Time. That’s why it took six years to make. Life happened while I was making the film, which is something so many filmmakers experience. It was also challenging to find structure in the film during post-production. Trying to tell the story in a logical way while keeping the viewer engaged was really challenging. Supper clubs across the state can vary a lot and we wanted to represent the different parts of the state as much as we could.

How many supper clubs did you visit across the state?

We scouted a bunch of them. Around 80. And we shot close to 50.

What was most rewarding in making the film?

For me when I started making this film, the supper club owners were unsure of the future of the business. Supper clubs are family businesses that traditionally get passed down through the generations, but a lot of the parents were saying their kids didn’t want to run the business, because supper clubs as a whole were in trouble. That’s why we needed to make this film because this is something that is going to go away. After making the film, there was a resurgence in supper clubs. People are interested in them again. I think it’s because people in their thirties are sick of the chain restaurants. They want to try something new, something different. They want to go somewhere where they know the food is better and know where their food is coming from. It’s such a trend, but that’s what supper clubs always were.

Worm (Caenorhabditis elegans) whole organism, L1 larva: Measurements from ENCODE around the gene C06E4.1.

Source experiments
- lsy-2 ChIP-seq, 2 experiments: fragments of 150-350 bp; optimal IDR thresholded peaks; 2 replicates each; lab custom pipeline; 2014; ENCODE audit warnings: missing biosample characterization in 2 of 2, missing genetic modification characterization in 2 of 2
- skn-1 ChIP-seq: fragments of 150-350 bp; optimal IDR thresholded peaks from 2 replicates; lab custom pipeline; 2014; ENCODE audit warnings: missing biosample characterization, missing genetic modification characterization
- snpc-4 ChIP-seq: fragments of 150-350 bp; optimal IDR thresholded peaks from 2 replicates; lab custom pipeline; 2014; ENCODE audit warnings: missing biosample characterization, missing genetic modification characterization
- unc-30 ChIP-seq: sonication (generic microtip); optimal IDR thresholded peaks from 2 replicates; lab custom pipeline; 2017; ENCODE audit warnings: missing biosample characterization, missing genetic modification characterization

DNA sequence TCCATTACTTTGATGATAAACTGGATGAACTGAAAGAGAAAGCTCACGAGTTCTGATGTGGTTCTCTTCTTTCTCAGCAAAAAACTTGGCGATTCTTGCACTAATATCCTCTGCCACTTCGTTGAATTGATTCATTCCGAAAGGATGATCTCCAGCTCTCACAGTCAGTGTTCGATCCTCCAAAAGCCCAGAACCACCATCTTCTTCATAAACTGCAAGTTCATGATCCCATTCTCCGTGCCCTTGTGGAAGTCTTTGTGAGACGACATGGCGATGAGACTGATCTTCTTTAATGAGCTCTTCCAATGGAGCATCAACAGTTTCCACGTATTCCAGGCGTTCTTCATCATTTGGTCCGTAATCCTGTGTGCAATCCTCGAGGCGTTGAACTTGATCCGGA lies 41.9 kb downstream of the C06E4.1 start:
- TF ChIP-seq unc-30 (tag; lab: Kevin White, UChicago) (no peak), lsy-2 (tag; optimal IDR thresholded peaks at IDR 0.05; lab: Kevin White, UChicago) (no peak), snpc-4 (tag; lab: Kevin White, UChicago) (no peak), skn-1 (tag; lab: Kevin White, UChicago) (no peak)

The original farm to table movement.